Straightening The Curves of Our Roads: By Alan Crawford (Town of Newburgh Historian)

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     As our Town has grown and expanded, various changes were needed. One of the changes many people are not aware of, and know of, only if they lived through the change, is the improvement in our roads. No, I’m not speaking of potholes and like things, I’m talking of rerouting an existing route. Kind of like listening to the line out of the Dukes of Hazzard theme… ”straightening the curves” and making it happen.

     The early roads simply followed the easiest route available for people and equipment to move along. Many began as footpaths between individual farms. Steep inclines were to be avoided if you had a heavy load with a team of horses. You found a way around this natural formation. If there was a stream, a shallow place was needed to wade across or a bridge had to be constructed. In the case of low areas, where rain runoff would accumulate turning the dirt into mud, trees or planks would be placed down to allow wagons to get across. Thus, we had plank roads. 

     Now, we all know nothing is free, regardless of what certain politicians proclaim. So, enterprising individuals and towns took over the maintenance of sections of these roads, keeping the wood planks it good order. To cover expenses for this upkeep, toll houses were erected to collect funds from those using the trail. In previous articles, I’ve made mention of these toll houses, so I won’t go into the details here.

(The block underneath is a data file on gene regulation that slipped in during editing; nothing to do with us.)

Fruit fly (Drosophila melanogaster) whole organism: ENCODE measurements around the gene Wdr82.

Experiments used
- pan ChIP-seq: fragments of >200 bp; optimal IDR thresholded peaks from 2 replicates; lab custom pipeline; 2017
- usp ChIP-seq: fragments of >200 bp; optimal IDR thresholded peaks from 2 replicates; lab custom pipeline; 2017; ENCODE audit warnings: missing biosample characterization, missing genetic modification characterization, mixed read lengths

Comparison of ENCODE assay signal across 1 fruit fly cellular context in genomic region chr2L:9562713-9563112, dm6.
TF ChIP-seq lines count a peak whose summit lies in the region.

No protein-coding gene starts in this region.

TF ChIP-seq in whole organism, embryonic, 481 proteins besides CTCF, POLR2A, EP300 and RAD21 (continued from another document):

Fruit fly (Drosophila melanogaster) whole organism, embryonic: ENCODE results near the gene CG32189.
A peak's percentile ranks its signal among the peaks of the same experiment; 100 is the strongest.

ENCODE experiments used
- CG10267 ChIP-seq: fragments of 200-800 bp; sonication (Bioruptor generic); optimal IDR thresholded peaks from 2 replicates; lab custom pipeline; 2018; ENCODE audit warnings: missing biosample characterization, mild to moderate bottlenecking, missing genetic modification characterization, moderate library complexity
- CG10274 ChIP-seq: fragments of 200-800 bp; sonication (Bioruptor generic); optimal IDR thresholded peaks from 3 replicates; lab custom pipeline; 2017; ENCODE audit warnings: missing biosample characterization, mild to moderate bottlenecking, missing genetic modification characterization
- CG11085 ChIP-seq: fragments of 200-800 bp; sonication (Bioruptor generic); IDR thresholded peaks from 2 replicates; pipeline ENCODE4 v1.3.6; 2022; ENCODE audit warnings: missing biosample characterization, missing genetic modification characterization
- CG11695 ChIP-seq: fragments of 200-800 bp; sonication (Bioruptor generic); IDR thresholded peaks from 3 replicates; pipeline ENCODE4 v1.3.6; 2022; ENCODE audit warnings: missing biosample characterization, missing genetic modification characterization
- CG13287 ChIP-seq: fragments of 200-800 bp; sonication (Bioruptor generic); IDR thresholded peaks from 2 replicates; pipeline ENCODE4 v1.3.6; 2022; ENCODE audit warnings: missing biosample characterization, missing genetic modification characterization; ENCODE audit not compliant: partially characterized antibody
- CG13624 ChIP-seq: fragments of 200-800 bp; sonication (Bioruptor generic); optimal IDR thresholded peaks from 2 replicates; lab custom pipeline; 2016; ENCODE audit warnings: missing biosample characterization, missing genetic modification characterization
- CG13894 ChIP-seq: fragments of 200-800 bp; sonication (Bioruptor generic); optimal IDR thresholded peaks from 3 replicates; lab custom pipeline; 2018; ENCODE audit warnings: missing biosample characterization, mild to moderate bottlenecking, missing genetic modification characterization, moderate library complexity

What I do want to bring to the attention of the younger members of our community is how our roads changed with the advent of the automobile. As early motorized vehicles became the norm, a marked increase in speed was available and the new age driver wanted better roads to take advantage of the wind whipping through their hair as they glided down life’s highway.

     Constant grading and smoothing of the dirt roads, which soon became rough again, was eliminated with asphalt and concrete paving. Then, why not modify the grades, lower the hills, and raise the low areas? And, next? Straightening out the curves. 

     Going through old records, I discovered blueprints from 1938, where North Plank Road was redirected, in one section, eliminating the old, abandoned toll house and straightening out the highway. What I’m referring to is the small section now named the Old North Plank Road where the Golden Rail Ale House is located. 

 

    Many of you don’t know this loop was the original direction the road took until 1938 when the land was purchased from Miss M. Gillies and a culvert was installed to allow the water to flow beneath the highway. This change allowed traffic a more direct option in travel. Looking over the 1875 map, you’ll see one of the various ways the Gillies name was spelled by others, based on the way they heard it and thought it was spelled, Gillis. Anyone delving into genealogy learns early on the tricks to search out information by modifying the spelling of surnames.

     Also, after this change in direction was completed, some of the area was filled in, leveling out the area on the south side of the stream, and the north side of North Plank Road. The old toll house and adjacent building were renovated, eventually becoming a favorite oasis of many Town residents.

     In the decades to come, perhaps some intrepid individuals will be digging and come upon a section of old highway buried beneath their current ground level, leaving them to wonder what they had unearthed, and just whose footprints may have been visible at one time in the dust.

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